BOC's Poloz: Weaker Global Trade Not Sign of Impending Recessn
–Calls In Speech For Support For New Free Trade Deals
OTTAWA (MNI) – Bank of Canada Governor Stephen Poloz said Tuesday that the present “striking weakness of international trade” will improve, if only slowly, and does not foretell a recession.
International trade has reached “a new balance point” wherein the main gains to be had from global economic and commercial integration have been largely exploited,” he said in New York.
“The weakness in trade we’ve seen is not a warning of an impending recession,” Poloz said in the text of remarks for American and Canadian financial executives in New York.
“Rather, I see it as a sign that trade has reached a new balance point in the global economy – and one that we have the ability to nudge forward,” Poloz told audience members from Securities Industry and Financial Markets Association of New York and the Investment Industry Association of Canada
While there can be some improvement in global trade by further improvements in integration of supply chains and other methods of the past decades, any new wave of opportunity has to come from the creation of new firms, new technologies and more trade liberalization, Poloz said.
He called for support for new trade liberalization programs, which are under attack by many in the United States, Europe, and beyond, such as the TransPacific Partnership and the free trade deal between Canada and the European Union which has been reached by Canada and the EU but which has yet to be ratified.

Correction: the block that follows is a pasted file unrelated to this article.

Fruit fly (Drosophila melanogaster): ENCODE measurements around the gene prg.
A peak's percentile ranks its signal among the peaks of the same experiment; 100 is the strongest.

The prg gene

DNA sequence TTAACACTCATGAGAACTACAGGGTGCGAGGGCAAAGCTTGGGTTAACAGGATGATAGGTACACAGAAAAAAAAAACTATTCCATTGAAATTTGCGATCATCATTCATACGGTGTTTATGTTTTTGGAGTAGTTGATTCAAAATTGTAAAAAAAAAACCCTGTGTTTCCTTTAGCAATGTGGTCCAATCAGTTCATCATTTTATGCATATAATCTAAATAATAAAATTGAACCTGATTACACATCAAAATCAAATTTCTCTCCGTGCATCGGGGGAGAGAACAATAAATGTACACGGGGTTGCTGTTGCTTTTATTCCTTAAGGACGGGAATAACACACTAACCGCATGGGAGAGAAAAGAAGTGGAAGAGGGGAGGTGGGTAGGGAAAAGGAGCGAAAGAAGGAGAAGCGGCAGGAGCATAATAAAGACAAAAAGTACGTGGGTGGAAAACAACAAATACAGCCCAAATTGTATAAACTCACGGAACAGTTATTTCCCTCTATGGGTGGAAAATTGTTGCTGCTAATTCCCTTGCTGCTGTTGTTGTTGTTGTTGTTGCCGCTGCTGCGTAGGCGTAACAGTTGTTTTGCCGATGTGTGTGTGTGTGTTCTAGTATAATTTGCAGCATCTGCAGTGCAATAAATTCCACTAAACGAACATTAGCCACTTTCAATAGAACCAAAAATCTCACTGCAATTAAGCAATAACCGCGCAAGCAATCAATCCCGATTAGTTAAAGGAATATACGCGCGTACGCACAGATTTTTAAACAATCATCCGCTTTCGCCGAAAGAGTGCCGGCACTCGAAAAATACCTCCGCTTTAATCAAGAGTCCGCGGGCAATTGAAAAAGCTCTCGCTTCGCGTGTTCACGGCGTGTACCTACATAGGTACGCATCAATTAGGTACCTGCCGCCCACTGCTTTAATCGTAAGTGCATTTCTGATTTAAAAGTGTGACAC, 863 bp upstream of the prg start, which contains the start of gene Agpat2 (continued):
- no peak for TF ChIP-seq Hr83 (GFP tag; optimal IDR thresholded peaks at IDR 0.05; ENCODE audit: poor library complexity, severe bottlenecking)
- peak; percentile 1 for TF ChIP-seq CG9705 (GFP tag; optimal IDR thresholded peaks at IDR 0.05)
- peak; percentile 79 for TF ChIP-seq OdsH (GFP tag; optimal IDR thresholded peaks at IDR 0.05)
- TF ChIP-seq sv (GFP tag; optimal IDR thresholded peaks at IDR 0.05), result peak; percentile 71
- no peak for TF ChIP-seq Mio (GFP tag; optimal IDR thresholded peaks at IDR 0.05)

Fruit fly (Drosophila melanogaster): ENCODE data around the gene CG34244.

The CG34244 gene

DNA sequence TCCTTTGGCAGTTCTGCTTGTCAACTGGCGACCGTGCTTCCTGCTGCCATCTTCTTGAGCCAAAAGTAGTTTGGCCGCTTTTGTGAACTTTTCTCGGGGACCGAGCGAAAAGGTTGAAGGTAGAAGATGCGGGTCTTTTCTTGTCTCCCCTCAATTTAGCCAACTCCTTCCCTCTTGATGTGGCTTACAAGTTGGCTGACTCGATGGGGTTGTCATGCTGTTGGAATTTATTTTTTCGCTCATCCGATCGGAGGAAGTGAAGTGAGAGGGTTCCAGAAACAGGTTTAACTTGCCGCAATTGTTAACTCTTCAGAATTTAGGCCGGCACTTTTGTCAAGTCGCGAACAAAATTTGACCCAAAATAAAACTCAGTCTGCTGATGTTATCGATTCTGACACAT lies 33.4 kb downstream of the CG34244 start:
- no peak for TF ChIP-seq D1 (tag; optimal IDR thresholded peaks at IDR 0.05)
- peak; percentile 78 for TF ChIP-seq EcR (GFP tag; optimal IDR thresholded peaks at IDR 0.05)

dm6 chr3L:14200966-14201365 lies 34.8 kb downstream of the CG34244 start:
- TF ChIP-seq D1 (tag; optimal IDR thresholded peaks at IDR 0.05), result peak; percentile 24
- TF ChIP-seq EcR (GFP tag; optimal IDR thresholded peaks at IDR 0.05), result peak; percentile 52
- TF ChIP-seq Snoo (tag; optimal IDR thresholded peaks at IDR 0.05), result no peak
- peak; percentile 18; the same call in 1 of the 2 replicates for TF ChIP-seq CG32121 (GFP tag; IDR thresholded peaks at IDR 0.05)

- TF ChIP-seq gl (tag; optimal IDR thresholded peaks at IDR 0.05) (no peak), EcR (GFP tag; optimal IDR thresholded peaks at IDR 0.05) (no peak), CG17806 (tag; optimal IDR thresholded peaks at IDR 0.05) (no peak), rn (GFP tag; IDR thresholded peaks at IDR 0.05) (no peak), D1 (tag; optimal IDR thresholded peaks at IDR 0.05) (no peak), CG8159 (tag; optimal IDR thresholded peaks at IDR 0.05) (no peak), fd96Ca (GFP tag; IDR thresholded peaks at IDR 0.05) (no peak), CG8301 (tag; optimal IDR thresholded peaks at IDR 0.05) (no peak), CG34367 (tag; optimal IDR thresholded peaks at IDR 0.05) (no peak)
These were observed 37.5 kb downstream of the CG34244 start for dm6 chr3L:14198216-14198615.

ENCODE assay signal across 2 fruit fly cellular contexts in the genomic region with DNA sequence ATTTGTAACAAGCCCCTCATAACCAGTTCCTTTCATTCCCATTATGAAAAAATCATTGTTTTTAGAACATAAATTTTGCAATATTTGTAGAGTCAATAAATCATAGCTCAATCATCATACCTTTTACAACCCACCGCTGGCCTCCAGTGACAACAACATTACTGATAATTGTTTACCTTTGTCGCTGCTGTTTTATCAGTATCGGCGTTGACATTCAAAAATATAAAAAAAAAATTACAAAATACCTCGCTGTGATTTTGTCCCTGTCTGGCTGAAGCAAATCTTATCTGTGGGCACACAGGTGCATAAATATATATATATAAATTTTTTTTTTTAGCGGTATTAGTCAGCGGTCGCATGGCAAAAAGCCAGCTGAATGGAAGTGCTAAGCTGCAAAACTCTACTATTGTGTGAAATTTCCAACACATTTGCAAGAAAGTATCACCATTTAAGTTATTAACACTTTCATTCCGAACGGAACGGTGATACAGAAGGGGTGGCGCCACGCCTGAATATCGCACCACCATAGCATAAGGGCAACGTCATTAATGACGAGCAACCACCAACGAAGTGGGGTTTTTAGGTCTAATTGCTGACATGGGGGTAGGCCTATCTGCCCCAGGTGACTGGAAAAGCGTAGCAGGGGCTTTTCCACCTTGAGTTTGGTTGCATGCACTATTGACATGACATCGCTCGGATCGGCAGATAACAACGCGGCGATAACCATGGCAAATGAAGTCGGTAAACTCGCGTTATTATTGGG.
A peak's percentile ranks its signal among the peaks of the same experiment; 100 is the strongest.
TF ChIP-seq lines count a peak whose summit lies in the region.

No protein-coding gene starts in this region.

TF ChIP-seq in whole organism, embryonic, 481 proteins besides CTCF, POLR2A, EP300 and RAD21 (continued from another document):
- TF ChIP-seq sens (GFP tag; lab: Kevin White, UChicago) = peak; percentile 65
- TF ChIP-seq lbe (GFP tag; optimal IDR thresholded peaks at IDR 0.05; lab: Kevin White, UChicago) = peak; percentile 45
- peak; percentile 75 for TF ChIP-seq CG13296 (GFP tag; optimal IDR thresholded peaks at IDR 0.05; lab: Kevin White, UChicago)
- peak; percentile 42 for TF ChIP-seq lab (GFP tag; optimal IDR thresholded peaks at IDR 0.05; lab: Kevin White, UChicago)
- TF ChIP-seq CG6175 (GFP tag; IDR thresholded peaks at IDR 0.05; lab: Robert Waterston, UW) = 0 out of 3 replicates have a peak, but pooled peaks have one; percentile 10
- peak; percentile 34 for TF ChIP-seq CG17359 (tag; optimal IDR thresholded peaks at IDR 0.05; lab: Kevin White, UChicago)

Such trade agreements as these would support “a new wave of integration and global trade growth,” he said.
Poloz spoke as the IMF and other international institutions have marked down, again, estimates of global economic growth, and the recent Monetary Policy Report of his BOC reduced its 2016 estimate of global growth to 3.0% from 3.3%, and to 3.4% from 3.6% for 2017.
The main opportunities in economic globalization have been exploited, Poloz said, adding, “China can join the WTO (World Trade Organization) only once.”
Global trade looking forward is likely to grow more slowly than in the past because “global investment is in a lull,” and because China’s long expansion is subsiding to a more sustainable shift toward domestic consumption from production for export and thus “less trade,” he said.
A “balance point” is being reached from two decades of globalization and that level can only be improved in three ways, Poloz said. They are:
– Creation of new firms providing new productivity growth, a stronger element in the United States than in Canada. Creation of new firms “could be the most promising source of new trade and productivity growth,” Poloz said;
– Companies and investors finding new ways to improve upon efficiencies in the present global supply chains, in good part through new free trade agreements;
– New technologies, which could “allow the global economy to take its next giant step forward.”
** MNI OTTAWA **